This has been an epic winter by any measurement. Alta has received 638″ so far with another storm on the doorstep. Mid elevation stashes like Mt. Aire are still enjoying full winter coverage. Nearly all of Utah’s ski resorts are still open but most of Utah’s skiers have biking/hiking/running/golf on the brain. For me, when April rolls around and the ski resorts start to to shut down it’s like the seventh inning stretch rather than the bottom of the 9th.
Monday dawned white with Alta reporting 3″, The Canyons 5″ and a storm on the doorstep. It was dumping in the mountains where I live and quite frankly the storm caught be by surprise. All morning while working I had one eye on the computer screen, one eye to the window watching the snow stack up. Around noon I received an e-mail from my buddy Matt Rink. It simply said,
Dumping right now…. I’m thinking a late afternoon/early eve in Powstash Bowl is what I’m having for dinner tonight …… want some??
Oh I knew I wanted some. Dusk Patrol’s are something special, a late season treat compliments of Daylight Savings. The problem, or so I thought, was my work load was stacking up faster than the 2″ per hour at Alta. I ho-hummed about going, relegating in my mind another missed storm to the man, to responsibility. While taking a break from the computer to get some eats, I mentioned to my wife the invite to ski but recounted how much work I had on my plate. Her enthusiastic response was the clincher.
“Have you seen how much it’s dumping out there!?! You’ve gotta go ski some pow!”
The man had been trumped by the woman. Dinner reservations for two in Powstash Bowl.
Powstash Bowl Delivers
Powstash Bowl is actually a backcountry shot named Scotty’s Bowl just west of Snowbird Resort in Little Cottonwood Canyon. A roadside attraction visible by all who drive the canyon, it has long been on my list of shots to ski but each time I’ve gone up Little Cottonwood Canyon my destination has always been elsewhere. My open desire to ski it over the years lead a couple of my friends to name it Powstash Bowl after my online alias “powstash”.
When we arrived a very brief window of blue greeted us but soon enough it would fade as black storm clouds from the horizon funneled up canyon. The 6″ or so of settled snow at the bottom soon gave way to 16″+/- and a steady snowfall as we skinned up the 2200′ that is Powstash Bowl. The trail breaking was tough but the reward would be well worth the effort. Little did I know just how good the reward would be.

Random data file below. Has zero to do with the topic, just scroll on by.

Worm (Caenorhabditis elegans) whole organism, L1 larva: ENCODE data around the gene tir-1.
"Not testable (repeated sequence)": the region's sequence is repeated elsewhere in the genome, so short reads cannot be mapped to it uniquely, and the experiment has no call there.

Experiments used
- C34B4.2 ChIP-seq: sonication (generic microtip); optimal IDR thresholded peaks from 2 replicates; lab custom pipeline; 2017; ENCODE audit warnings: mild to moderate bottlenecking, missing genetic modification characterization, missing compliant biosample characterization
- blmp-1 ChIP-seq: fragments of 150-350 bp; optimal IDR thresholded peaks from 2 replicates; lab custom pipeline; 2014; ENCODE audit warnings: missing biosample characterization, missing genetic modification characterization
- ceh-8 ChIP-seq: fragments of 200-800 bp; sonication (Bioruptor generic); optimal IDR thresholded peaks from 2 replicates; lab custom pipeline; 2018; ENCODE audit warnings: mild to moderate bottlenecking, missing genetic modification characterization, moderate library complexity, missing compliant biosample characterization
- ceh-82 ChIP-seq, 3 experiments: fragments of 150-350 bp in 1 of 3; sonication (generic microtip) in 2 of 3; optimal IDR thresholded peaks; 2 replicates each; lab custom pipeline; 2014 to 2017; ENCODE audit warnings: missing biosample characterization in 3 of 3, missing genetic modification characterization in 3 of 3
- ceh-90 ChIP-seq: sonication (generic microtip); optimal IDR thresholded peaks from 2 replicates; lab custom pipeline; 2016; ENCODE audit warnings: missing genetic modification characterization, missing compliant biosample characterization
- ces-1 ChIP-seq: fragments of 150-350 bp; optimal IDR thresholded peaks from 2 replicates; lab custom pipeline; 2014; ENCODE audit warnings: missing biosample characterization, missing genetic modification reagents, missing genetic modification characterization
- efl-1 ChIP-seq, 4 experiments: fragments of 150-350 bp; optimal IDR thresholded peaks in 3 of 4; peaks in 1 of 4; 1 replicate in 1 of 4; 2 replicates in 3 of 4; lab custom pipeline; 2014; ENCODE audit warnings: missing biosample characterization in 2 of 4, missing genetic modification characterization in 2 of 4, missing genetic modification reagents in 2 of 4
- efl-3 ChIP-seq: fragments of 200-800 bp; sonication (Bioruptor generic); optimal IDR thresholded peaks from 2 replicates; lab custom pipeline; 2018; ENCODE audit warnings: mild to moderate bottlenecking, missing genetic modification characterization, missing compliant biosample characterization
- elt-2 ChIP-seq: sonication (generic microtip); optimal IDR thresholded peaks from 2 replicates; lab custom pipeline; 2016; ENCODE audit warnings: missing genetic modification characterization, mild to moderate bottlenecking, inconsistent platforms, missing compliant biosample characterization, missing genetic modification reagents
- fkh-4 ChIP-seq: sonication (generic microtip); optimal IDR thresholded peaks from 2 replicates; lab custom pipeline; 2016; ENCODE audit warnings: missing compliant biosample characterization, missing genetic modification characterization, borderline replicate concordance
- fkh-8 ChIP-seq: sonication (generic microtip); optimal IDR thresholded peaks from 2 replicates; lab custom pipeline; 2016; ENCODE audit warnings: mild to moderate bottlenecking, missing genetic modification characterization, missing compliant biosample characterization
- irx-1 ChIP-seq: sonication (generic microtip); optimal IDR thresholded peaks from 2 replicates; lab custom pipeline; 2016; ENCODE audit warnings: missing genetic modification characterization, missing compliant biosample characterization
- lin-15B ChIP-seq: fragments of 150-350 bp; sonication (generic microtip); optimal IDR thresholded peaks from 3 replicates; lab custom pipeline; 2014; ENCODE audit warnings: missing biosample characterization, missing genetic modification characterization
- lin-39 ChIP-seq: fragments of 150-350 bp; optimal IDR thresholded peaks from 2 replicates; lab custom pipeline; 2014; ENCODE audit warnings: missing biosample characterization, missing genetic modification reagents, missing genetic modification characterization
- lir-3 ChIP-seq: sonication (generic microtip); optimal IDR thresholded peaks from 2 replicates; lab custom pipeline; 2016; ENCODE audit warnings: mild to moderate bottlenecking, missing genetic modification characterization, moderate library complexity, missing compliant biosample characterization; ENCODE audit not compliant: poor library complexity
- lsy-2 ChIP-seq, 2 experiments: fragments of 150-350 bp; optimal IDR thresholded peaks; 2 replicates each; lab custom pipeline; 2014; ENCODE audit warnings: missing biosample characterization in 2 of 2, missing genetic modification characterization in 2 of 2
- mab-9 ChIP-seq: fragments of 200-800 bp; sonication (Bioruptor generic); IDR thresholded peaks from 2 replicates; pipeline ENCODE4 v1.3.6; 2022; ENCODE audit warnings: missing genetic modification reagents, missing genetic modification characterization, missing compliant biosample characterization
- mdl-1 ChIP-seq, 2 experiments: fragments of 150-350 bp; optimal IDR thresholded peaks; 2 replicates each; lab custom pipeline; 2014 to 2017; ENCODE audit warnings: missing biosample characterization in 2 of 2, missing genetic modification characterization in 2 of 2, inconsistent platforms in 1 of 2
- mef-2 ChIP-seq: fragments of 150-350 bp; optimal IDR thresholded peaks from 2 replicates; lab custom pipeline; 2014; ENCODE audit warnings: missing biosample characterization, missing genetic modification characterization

Moments after arriving on top the sun began in earnest to punch through the storm clouds, revealing fo r a brief few minutes the entire run below and the Salt Lake Valley in the distance. The clouds were swirling around us, drifting over the ridge to our west only to dissipate in Powstash Bowl. I was in awe at the scene.
Although it shouldn’t have, upon dropping in the depth and lightness of the snow caught me by surprise. Like a 5 star restaurant serving up its finest on the menu, this reservation for dinner far exceeded my expectations. Although my calendar reads April, with each turn the light dry powder billowed up over my shoulders reminiscent of January days. The experience was surreal.
The heavenly light gave way to dusk, the clouds rolling in for another wave of snowfall. We spun a lap on the upper half of the bowl and then ran it 2000′ to the car. Matt said he’d never had it so good, so deep in Powstash Bowl. Arriving at the car I couldn’t recall exactly what work was set aside to accept this dinner reservation. For the moment, it didn’t matter. The memory of getting Powstash Bowl for the first time in conditions that good will be etched in my mind for years to come.
–photos by Matt Rink and Kendall Card